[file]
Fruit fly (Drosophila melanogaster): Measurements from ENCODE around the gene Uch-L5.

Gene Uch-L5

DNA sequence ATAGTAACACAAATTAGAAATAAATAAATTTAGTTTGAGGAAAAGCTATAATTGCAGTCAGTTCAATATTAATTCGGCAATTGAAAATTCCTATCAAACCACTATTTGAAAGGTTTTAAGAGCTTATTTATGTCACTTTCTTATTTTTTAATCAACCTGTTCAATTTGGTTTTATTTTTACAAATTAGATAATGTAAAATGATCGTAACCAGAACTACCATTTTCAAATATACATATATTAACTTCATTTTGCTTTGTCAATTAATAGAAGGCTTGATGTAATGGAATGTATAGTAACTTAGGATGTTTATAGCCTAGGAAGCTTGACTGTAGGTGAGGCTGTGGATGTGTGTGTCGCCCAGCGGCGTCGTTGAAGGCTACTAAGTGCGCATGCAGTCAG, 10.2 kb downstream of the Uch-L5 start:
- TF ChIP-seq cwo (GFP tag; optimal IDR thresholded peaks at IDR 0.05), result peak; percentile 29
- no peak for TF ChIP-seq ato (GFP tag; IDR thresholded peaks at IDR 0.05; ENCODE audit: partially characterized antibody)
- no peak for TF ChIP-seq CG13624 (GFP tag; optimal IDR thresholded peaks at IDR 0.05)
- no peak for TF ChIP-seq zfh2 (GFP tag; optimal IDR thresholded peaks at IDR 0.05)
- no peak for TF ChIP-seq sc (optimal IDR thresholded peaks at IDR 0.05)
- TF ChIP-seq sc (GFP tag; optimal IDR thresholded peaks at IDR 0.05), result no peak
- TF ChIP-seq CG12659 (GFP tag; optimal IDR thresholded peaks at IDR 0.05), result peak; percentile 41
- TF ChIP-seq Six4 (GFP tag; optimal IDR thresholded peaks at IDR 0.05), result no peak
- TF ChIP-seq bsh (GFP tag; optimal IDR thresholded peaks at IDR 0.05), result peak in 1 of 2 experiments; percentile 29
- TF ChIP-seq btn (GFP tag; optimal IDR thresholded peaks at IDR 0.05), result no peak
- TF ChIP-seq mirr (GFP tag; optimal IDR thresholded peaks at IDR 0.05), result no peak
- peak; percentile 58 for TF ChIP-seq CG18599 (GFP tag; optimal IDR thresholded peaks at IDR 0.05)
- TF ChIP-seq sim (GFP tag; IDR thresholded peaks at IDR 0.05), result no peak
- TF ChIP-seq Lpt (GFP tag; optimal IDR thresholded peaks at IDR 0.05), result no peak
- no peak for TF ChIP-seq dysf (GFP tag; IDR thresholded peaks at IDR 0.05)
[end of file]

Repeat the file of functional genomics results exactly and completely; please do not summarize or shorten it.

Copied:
Fruit fly (Drosophila melanogaster): Measurements from ENCODE around the gene Uch-L5.

Gene Uch-L5

DNA sequence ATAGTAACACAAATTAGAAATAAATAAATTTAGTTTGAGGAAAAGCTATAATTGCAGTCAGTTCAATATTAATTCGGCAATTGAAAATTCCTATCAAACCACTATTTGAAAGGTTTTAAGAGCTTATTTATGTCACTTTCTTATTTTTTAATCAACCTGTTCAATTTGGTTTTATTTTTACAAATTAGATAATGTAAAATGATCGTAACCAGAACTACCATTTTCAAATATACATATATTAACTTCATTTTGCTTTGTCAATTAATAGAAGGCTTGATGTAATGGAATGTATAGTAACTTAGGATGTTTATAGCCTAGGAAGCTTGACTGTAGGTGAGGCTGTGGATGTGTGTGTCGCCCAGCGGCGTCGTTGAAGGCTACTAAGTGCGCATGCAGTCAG, 10.2 kb downstream of the Uch-L5 start:
- TF ChIP-seq cwo (GFP tag; optimal IDR thresholded peaks at IDR 0.05), result peak; percentile 29
- no peak for TF ChIP-seq ato (GFP tag; IDR thresholded peaks at IDR 0.05; ENCODE audit: partially characterized antibody)
- no peak for TF ChIP-seq CG13624 (GFP tag; optimal IDR thresholded peaks at IDR 0.05)
- no peak for TF ChIP-seq zfh2 (GFP tag; optimal IDR thresholded peaks at IDR 0.05)
- no peak for TF ChIP-seq sc (optimal IDR thresholded peaks at IDR 0.05)
- TF ChIP-seq sc (GFP tag; optimal IDR thresholded peaks at IDR 0.05), result no peak
- TF ChIP-seq CG12659 (GFP tag; optimal IDR thresholded peaks at IDR 0.05), result peak; percentile 41
- TF ChIP-seq Six4 (GFP tag; optimal IDR thresholded peaks at IDR 0.05), result no peak
- TF ChIP-seq bsh (GFP tag; optimal IDR thresholded peaks at IDR 0.05), result peak in 1 of 2 experiments; percentile 29
- TF ChIP-seq btn (GFP tag; optimal IDR thresholded peaks at IDR 0.05), result no peak
- TF ChIP-seq mirr (GFP tag; optimal IDR thresholded peaks at IDR 0.05), result no peak
- peak; percentile 58 for TF ChIP-seq CG18599 (GFP tag; optimal IDR thresholded peaks at IDR 0.05)
- TF ChIP-seq sim (GFP tag; IDR thresholded peaks at IDR 0.05), result no peak
- TF ChIP-seq Lpt (GFP tag; optimal IDR thresholded peaks at IDR 0.05), result no peak
- no peak for TF ChIP-seq dysf (GFP tag; IDR thresholded peaks at IDR 0.05)